My role as the publisher of the BrokeAndBroker.com Blogoften involves summarizing rambling legal documents or trying to convey the gist of a complicated lawsuit or enforcement action. There are times, however, when putting things into my own words may convey the impression that I am trying to spin things in order to make a point (and, yeah, sometimes I'm guilty as charged). In my opinion, a recent Financial Industry Regulatory Authority disciplinary proceeding presents an outrageous bit of misconduct by the registered representative respondent. Confronted with the lurid details of the violations and in order to present an unvarnished picture of what happened, I have extracted large swaths of verbatim quotes from FINRA's Office of Hearing Officers and the National Adjudicatory Council decisions. This one you truly have to read to believe! READ
In a recently filed Complaint in the United States Distrcit Court for the Southern District of New York ("SDNY"), Plaintiff Megan Messina alleges that Bank of America sexually discriminated against her as a result of "gender disparities in compensation and business opportunities at the nation's largest bank and brokerage firm." Further, Messina alleges that she was retaliated against in violation of Sarbanes-Oxley Act of 2002 and the whistleblower protective provisions of the Dodd-Frank Wall Street Reform and Consumer Protection Act. Megan Messina, Plaintiff, v. Bank Of America Corporation, Bank Of America Securities, LLC, and Merrill Lynch, Pierce, Fenner & Smith Incorporated, Defendants (Complaint, SDNY, 16-CV-03653, May 16, 2016). READ FULL TEXT COMPLAINT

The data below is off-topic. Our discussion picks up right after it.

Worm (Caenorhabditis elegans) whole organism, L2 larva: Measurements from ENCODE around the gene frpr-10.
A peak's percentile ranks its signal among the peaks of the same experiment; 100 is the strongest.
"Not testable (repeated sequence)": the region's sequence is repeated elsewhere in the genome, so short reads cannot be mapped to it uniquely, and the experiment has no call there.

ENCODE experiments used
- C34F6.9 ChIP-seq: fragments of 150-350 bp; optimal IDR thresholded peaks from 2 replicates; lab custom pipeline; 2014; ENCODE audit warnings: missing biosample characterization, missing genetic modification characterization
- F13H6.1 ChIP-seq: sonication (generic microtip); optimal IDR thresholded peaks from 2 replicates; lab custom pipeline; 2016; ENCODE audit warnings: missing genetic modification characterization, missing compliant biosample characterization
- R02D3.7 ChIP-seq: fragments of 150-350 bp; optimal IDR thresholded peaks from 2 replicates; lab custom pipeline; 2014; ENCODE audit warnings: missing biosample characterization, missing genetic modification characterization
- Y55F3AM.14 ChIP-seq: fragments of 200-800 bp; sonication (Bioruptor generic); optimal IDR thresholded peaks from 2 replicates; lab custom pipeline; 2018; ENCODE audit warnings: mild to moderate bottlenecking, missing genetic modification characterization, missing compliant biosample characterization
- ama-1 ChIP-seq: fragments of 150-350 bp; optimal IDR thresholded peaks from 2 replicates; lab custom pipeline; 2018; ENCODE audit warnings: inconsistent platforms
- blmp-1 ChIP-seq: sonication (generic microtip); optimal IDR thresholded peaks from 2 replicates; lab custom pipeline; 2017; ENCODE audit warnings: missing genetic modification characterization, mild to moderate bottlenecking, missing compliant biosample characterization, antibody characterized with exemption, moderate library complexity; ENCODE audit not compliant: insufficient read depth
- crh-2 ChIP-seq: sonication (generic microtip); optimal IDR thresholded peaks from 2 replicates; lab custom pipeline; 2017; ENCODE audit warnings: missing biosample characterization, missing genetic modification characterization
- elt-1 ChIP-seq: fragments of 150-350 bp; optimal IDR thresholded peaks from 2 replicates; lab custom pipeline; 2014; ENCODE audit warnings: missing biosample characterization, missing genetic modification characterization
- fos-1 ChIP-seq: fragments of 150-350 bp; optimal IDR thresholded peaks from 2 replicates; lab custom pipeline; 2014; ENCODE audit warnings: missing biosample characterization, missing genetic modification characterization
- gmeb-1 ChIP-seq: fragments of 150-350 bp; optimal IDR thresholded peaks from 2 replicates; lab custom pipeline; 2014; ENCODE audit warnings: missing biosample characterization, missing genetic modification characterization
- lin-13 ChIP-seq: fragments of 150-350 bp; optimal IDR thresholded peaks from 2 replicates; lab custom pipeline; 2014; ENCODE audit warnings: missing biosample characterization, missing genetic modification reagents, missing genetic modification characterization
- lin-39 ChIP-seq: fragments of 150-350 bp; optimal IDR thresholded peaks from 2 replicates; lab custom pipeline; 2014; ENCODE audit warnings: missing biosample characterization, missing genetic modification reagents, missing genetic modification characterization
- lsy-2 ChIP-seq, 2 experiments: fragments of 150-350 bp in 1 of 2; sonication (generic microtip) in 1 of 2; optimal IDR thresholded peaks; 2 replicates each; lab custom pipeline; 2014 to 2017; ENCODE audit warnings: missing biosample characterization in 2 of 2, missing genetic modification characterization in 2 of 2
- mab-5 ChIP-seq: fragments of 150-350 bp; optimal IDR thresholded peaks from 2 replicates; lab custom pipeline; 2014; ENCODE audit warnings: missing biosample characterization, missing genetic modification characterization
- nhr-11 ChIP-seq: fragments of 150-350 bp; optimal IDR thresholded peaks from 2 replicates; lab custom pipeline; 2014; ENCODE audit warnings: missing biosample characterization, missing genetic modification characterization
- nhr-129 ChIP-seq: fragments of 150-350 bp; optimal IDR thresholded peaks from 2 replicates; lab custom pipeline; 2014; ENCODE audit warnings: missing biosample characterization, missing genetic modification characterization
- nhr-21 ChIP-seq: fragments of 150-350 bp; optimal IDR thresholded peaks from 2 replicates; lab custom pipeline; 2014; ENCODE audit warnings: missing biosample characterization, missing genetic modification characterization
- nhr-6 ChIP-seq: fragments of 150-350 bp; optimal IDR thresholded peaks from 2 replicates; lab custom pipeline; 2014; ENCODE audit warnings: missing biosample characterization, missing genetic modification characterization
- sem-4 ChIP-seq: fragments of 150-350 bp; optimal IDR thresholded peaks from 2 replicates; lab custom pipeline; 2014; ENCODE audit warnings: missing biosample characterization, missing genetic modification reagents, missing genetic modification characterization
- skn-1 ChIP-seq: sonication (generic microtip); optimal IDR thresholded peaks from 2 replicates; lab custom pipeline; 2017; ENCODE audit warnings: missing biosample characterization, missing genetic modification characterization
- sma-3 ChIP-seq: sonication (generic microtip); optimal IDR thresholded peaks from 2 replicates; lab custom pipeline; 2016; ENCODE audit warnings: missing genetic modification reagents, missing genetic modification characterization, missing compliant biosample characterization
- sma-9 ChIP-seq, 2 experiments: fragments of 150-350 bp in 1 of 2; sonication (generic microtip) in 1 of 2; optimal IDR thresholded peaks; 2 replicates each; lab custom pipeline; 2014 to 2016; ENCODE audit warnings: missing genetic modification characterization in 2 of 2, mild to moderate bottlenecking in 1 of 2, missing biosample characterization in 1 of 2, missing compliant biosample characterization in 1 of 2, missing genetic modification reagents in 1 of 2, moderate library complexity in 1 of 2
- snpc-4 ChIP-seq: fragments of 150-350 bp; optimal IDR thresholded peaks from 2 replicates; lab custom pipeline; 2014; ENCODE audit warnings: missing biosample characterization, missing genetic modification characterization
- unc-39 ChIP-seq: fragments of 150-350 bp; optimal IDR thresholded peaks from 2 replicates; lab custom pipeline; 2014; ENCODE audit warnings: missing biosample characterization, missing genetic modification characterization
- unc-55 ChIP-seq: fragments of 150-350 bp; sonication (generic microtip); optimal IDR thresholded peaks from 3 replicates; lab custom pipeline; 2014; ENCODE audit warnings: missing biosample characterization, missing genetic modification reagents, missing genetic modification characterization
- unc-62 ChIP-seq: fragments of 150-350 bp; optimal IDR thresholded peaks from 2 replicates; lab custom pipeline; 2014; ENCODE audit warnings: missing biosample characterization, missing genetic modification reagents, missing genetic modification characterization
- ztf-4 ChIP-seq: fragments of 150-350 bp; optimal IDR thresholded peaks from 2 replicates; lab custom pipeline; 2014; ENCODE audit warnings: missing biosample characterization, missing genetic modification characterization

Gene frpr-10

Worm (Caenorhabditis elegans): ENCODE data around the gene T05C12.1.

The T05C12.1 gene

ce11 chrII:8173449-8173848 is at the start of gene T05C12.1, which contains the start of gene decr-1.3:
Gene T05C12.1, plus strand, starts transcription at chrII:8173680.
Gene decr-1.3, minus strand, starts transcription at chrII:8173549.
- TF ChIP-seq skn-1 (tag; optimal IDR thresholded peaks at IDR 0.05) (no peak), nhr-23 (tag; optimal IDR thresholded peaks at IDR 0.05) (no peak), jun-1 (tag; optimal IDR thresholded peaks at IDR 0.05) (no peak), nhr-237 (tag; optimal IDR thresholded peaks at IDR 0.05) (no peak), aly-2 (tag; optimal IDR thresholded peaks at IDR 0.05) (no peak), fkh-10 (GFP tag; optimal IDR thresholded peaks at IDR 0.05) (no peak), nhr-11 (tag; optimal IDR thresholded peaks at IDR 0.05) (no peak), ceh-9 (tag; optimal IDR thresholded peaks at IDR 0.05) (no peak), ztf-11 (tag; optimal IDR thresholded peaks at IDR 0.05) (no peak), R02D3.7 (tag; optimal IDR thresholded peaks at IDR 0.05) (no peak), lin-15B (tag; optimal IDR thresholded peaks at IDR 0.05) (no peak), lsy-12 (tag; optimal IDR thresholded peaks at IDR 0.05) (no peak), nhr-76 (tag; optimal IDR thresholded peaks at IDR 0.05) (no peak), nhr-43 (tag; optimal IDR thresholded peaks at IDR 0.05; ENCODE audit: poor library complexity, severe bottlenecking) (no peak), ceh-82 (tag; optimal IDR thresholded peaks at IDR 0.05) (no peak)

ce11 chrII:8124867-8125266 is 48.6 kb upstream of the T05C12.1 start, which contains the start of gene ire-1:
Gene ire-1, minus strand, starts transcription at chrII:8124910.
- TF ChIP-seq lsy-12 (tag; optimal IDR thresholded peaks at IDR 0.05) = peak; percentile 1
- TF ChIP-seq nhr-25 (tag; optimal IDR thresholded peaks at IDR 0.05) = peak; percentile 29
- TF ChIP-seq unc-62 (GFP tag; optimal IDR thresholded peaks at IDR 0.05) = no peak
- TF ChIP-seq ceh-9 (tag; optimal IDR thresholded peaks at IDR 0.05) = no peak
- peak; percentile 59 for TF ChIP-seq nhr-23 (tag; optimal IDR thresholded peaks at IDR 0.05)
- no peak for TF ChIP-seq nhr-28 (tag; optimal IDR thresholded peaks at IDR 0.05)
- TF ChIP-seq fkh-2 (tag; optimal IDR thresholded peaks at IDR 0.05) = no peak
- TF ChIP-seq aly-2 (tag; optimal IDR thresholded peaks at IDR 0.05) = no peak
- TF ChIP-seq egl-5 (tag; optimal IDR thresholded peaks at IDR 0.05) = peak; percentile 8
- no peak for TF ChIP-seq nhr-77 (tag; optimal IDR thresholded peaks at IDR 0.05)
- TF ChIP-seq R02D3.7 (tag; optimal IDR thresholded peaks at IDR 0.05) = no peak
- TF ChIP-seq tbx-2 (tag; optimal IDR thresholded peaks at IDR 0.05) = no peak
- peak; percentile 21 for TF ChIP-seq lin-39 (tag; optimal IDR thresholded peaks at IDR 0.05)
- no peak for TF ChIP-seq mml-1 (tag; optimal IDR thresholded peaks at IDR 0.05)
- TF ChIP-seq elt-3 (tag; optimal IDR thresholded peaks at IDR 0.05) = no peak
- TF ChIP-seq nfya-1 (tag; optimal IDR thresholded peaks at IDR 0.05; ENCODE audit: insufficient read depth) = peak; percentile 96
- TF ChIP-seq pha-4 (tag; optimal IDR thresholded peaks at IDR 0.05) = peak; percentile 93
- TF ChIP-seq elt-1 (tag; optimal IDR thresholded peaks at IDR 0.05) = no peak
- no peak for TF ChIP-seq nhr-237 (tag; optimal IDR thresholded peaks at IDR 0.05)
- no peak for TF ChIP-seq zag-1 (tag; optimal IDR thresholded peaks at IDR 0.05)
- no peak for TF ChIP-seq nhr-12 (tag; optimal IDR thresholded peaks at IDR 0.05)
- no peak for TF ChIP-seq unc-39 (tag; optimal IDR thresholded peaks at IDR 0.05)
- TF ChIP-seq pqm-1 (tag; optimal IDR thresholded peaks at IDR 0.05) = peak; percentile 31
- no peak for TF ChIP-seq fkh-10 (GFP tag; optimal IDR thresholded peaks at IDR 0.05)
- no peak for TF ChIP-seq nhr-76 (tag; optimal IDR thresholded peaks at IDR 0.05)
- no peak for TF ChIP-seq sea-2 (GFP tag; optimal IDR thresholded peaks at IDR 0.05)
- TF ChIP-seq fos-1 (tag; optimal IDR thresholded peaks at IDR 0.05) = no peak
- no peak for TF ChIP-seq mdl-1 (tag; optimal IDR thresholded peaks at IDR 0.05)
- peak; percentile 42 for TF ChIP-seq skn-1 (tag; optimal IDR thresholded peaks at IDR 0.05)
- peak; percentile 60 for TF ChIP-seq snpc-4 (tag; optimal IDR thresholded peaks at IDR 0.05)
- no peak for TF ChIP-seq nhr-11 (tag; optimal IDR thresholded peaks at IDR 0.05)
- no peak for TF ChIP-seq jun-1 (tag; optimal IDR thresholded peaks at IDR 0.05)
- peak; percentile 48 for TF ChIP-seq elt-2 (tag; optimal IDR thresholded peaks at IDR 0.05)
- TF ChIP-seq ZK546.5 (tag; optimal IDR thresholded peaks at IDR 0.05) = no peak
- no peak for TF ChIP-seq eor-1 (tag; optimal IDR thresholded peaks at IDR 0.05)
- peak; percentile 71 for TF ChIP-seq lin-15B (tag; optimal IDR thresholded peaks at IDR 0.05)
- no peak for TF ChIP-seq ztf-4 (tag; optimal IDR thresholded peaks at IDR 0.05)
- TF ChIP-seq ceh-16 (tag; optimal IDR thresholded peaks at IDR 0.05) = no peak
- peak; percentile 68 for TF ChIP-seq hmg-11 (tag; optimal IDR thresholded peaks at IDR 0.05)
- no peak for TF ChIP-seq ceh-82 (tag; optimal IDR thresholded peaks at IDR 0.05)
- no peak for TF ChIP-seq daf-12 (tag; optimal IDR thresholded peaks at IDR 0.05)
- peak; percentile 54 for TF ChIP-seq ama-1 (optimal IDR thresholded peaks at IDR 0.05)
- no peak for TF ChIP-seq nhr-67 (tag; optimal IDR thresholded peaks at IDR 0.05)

In the high-profile Naked Shorting case of Merrill Lynch v. Manning the Supreme Court affirmed the 3rd Circuit on the issue of whether Section 27 of the '34 Act provided federal jurisdiction over state-law claims. READ the FULL-TEXT Supreme Court and lower courts' opinions at BrokeAndBroker.com Blog.
Many popular songs contain a nugget of wisdom; however, we often find ourselves humming the tune but forgetting the lyrics. On that busy byway of Wall Street, the formidable warning of Joni Mitchell's classic "Big Yellow Taxi" is regularly lost upon management. Oh sure, those in the C-suites may remember something about a big yellow taxi or the paving over of paradise, but it's that critical line about not knowing what you've got till it's gone that they just don't quite recall. That's a shame because if you ask former industry employees, you will frequently hear their refrain about how they quit their job because they never felt appreciated -- and when that yellow cab pulled up, they jumped in and gladly paid the fare and added a nice tip for the ride to a new employer. READ